There is a very murky side to the world of computing. While everyone has heard of hackers and maybe the term ‘the dark net’ has come across your radar, most people are happily oblivious to what goes on in the hidden corners of the Internet.

Frankly, that’s exactly how we want it to be for our customers. We put the pieces in place to protect them, monitor it constantly and, as long as everyone using company IT is responsible, everything that can be done to mitigate the risks of being online has been done, allowing them to get on with business.

However something strange has happened recently that’s worth pausing to note… One of the world’s biggest ne’er do well networks has gone quiet. It’s a botnet known to the security community as Necurs.

A botnet is a network of computers which have been compromised with software that allows someone (usually someone with criminal intent) to control them all. They might be used to distribute ransomware programmes, viruses or trojans, or they could be put to work in concert to launch attacks on other networks, such as those belonging to big businesses or state security services.

Because Necurs was such a large botnet, thought to be about six million (yes, million) security-compromised Windows computers, it became very apparent when it suddenly went silent. No-one was using it or otherwise controlling it and a massive proportion of the world’s total spam stopped being sent! That was at the start of this month and we can see the effects in our own monitoring.

On the surface, this could be good news. There’s always a ‘but’ though.

Waiting to wake up?

Analysts have gone digging and found that the network of infected/compromised machines in the Necurs botnet are still there, they’re just waiting for someone to put command and control back in place…

This network is extremely valuable to criminals, so if the former owners are no longer controlling it, could someone else be trying to take it over? Will it spring back to life and carry doing what it’s always done, spewing spam across the globe?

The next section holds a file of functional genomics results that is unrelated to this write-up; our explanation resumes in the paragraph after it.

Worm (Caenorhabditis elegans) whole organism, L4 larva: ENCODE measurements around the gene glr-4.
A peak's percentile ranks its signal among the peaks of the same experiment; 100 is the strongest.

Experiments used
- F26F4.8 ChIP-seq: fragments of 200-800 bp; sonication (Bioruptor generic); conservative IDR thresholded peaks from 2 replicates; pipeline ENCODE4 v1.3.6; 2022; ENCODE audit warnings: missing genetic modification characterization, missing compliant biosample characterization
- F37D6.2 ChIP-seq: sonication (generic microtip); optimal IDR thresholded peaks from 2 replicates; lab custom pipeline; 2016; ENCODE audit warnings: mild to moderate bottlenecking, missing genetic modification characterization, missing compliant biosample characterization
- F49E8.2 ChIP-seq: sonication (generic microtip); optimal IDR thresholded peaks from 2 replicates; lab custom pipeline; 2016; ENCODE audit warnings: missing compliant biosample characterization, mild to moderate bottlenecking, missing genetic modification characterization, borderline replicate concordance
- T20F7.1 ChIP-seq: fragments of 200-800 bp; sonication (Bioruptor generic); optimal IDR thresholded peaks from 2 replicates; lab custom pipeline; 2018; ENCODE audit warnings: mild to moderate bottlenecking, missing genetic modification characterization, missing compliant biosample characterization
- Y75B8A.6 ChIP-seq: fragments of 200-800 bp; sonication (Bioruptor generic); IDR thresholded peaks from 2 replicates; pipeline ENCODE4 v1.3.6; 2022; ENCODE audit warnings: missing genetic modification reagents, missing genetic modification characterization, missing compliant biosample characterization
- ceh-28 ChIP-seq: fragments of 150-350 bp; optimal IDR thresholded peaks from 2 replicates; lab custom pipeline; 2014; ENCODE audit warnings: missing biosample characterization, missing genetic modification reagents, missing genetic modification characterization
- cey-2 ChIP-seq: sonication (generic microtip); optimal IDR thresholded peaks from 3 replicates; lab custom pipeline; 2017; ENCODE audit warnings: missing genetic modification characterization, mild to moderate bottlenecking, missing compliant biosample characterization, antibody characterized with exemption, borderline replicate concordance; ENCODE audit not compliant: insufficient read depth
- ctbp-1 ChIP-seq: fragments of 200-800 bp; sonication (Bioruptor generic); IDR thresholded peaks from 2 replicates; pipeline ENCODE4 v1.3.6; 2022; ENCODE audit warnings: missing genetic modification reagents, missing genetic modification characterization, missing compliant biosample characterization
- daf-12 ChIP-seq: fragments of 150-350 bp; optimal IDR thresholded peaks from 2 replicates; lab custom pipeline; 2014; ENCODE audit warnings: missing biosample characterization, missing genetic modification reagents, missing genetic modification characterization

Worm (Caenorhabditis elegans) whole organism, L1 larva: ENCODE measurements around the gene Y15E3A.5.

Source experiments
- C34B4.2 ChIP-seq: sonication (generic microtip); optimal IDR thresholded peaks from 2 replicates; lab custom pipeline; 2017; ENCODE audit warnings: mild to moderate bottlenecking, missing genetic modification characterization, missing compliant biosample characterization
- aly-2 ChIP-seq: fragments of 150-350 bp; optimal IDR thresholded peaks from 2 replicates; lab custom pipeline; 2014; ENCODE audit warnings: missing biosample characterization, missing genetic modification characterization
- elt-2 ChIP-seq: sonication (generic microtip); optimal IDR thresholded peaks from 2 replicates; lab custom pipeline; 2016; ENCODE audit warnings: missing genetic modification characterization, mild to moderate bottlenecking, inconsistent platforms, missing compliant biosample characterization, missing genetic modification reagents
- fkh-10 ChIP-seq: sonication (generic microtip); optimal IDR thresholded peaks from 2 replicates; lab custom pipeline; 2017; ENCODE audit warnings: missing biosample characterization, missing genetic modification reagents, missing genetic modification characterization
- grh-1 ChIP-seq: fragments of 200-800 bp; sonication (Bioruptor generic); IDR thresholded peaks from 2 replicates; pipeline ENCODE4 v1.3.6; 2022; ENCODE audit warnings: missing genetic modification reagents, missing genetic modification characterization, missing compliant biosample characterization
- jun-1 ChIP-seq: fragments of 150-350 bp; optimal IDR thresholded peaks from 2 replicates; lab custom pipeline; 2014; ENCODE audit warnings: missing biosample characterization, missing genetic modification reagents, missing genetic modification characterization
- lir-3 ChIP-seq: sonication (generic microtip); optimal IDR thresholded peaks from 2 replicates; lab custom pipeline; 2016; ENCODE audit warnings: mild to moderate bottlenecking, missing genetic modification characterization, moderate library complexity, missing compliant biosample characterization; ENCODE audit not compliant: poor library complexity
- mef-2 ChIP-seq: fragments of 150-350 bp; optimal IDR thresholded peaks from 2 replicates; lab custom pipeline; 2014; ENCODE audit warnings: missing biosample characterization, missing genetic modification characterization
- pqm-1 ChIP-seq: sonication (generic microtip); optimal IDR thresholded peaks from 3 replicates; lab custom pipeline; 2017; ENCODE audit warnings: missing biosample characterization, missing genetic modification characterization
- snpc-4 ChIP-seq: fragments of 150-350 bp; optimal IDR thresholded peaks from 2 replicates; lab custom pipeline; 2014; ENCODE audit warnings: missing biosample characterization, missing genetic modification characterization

The unknowns are potentially quite unnerving. That old phrase “better the devil you know” comes to mind. While we knew what it was up to, Necurs could be spotted and, to some extent at least, monitored – even if it couldn’t be stopped. Now it’s a waiting game. What happened to it and, more importantly, what’s going to happen? The best case scenario might be that it sits idle for a long time, until a growing proportion of those infected computers that make it up get cleaned up or decommissioned, degrading the botnet over time.

Bear in mind that this thing exists because the owners of those computers are unaware that they have been infected. The bad stuff goes on in the background where they can’t see it. In a well-managed network the network traffic they generate would set off alarms, but not in the millions of homes and small businesses around the world which simply put a computer on a desk, hook it up to the net and get on with their work. They are the real risk here.

In sharing these thoughts we don’t want to disconcert anyone, just to give you a glimpse into some of the darker corners of the internet. If we’ve got your back (in IT terms) we’ve very much still got your back. That’s a huge part of what we do and this changes nothing (we can protect every mailbox in your business from spam for just £1 each per month!). These issues are worth knowing something about though, because Necurs isn’t the only botnet and you don’t want to fall foul of one of its still-active siblings.